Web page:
Everyone has their reasons for loving a book.
Sometimes, it is mechanics – the characters, the plot, the writing style. But I also think that people have those books they were reading when they really, really needed an escape. Whether it’s a personal tragedy, a particular dark spell, or a worldwide pandemic… it’s good to find an escape. And while I know escapism isn’t always the best reaction to the difficulties of the world… sometimes you need it.
And I do want to take this moment to apologize – I said in my Support Indie Bookstores post that I would not build another post around COVID-19. Believe it or not, this was half-drafted before the pandemic became headline news here in the US, and I’ve altered the post to include a book that comforted me at the start of the pandemonium, but this is about books that have comforted me in a few different difficult times.
A Book for Cancer
The first book I want to share is The Fault in Our Stars by John Green. This book was hand-selected at a time when it felt particularly relevant in my life: when my boyfriend (now-husband) was diagnosed with Non-Hodgkin’s Lymphoma. Non-Hodgkin’s Lymphoma is a form of cancer that originates in the lymphatic system. It wasn’t the first time I had faced someone close to me fight cancer – my mother went through radiation for ovarian cancer when I was in high school, and is now healthy and concerting-free. But when Matt was diagnosed, I needed someone to talk to about it.
Nobody, and I mean nobody wants to talk about cancer. Friends and family members become ghosts and you’re in everyone’s “thoughts and prayers” but people begin distancing themselves from something scary and what could, perhaps, end up in a loss. It’s a subconscious protective measure, when I understand now, but seven years ago, I was bitter.
So, I turned to The Fault in Our Stars. I knew the book – I’d read it before. I know that Hazel and Augustus go through so much more than Matt and I ever did, but it felt like I had a person to discuss cancer with and the balance of trying to maintain normal life and deal with this huge, terrifying elephant in the room. Also, The Fault in Our Stars always makes me cry, and I wanted that a little bit when I was angry and scared and lost.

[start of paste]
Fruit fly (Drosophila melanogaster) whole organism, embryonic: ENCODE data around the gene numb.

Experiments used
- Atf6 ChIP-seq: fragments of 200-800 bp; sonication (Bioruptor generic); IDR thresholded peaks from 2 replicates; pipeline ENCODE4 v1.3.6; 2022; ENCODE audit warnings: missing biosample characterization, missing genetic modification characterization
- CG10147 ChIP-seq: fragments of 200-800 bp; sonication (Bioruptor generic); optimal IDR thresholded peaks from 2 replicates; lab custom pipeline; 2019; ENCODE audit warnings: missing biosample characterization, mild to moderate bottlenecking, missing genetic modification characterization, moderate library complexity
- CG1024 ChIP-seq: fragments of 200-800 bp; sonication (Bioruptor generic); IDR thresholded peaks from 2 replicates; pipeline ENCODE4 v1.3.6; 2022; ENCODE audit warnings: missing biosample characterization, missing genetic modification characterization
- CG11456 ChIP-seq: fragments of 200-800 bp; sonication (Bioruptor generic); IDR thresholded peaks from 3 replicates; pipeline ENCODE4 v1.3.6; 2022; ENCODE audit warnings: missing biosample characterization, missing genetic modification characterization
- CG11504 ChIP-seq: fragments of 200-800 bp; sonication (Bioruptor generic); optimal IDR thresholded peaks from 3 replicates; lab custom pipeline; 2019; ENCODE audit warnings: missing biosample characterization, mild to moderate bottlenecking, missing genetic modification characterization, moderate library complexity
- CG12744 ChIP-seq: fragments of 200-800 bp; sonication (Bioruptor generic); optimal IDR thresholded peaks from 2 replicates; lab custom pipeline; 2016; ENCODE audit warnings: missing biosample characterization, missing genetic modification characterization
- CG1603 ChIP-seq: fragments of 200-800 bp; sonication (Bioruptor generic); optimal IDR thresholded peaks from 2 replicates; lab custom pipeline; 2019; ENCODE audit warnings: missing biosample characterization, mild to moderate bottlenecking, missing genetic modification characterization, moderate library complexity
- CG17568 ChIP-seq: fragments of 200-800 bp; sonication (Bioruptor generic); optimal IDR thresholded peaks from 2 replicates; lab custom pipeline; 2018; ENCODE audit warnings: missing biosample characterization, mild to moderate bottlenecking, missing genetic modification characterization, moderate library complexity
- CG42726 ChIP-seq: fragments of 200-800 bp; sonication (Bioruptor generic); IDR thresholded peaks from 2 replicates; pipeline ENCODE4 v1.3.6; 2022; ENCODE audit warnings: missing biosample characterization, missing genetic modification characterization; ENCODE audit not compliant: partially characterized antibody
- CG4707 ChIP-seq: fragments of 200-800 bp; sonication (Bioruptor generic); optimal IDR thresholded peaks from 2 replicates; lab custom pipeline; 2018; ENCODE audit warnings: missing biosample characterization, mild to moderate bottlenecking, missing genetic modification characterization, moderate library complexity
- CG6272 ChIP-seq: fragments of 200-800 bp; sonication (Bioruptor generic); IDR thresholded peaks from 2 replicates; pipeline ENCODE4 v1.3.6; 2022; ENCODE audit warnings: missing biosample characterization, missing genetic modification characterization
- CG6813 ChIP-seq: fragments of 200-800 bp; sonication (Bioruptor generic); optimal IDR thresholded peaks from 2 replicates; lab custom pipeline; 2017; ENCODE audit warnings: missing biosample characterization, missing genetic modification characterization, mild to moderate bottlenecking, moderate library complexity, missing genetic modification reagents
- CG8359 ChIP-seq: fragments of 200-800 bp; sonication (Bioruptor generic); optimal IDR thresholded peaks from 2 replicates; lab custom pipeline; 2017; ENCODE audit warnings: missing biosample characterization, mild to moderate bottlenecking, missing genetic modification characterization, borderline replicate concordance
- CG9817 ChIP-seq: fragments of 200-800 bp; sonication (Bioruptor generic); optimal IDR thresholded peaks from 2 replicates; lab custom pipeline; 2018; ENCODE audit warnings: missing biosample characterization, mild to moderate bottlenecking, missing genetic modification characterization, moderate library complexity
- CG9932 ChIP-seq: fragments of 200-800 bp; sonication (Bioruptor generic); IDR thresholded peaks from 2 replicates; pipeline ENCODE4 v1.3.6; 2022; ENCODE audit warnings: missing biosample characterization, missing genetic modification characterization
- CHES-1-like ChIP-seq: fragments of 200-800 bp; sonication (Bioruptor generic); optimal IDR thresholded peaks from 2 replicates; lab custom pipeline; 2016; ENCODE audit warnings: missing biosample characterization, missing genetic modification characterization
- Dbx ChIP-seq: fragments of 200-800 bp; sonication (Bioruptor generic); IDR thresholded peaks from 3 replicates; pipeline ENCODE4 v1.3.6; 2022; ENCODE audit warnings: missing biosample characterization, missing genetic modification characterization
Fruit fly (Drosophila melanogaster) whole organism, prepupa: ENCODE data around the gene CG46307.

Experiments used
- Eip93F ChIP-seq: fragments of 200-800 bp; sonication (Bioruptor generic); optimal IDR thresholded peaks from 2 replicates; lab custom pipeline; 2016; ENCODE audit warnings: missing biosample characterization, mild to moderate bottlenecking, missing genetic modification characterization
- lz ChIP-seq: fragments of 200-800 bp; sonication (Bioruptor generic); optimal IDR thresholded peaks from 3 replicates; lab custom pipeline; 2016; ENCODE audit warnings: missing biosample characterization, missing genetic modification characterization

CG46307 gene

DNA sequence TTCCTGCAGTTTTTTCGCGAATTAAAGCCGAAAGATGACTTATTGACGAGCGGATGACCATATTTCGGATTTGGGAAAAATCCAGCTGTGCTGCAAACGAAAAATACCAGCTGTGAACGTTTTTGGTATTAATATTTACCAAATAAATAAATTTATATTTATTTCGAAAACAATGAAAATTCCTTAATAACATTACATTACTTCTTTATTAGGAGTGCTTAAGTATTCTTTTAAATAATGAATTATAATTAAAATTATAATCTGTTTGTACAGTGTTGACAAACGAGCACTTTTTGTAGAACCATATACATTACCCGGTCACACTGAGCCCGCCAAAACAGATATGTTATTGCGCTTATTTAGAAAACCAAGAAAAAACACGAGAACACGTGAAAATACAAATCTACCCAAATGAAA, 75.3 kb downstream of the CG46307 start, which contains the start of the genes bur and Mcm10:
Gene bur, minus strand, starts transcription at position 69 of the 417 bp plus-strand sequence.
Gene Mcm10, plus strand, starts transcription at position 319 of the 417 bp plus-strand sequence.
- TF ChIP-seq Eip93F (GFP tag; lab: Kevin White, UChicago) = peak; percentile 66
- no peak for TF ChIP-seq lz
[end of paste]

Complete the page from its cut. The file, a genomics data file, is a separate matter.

Two Books For Miscarriage
In 2016 and 2017, I suffered two miscarriages. I haven’t been tight-lipped about this because like with cancer, I detest the stigma around talking about these things. In the years since, I learned how common miscarriages are, and while the two I had (a missed miscarriage, then a second-term miscarriage post-car accident) are less common varieties, there are families hurting all over the world, all the time. I wrote a blog post sharing my experience to try to be in solidarity with those who suffered like Matt and I did at the crushing loss. It’s been a while, and that old wound has scabbed over, but I grieved for a long time.
Sometimes, I still do. I try not to think about it too much.
When everything started, I was in the middle of reading The Night Circus by Erin Morgenstern. I was close to DNFing it, honestly, and that may come as a surprise to those of my readers who have heard me screaming about Erin Morgenstern over the last three years. The page was slow and there was a lot of romance and, I don’t know, I think I was looking for something with more comedy and a faster pace or something. But they I had my miscarriage and paused in the middle of listening to the audiobook. I didn’t go back to it – or any book – for about a month.
At the time, I was still not a big fan of DNFing books, and so many people loved The Night Circus soooo much that I felt like I needed to persevere. I picked the audiobook back up, and I am so glad I did. The slow-paced world of quiet romance and circus mysteries was exactly what I needed in my sad and broken state. Erin Morgenstern builds world like almost no other author I’ve ever read, and in le cirque des reves, I found an escape from the truths of my world and the pain and the creeping memories and deep feeling of unfairness and injustice of my whole situation. In short, I needed a book with a rich and beautiful world that shined brighter than my own, and I found it in The Night Circus. I’ve been a loyal fan of Erin Morgenstern’s ever since.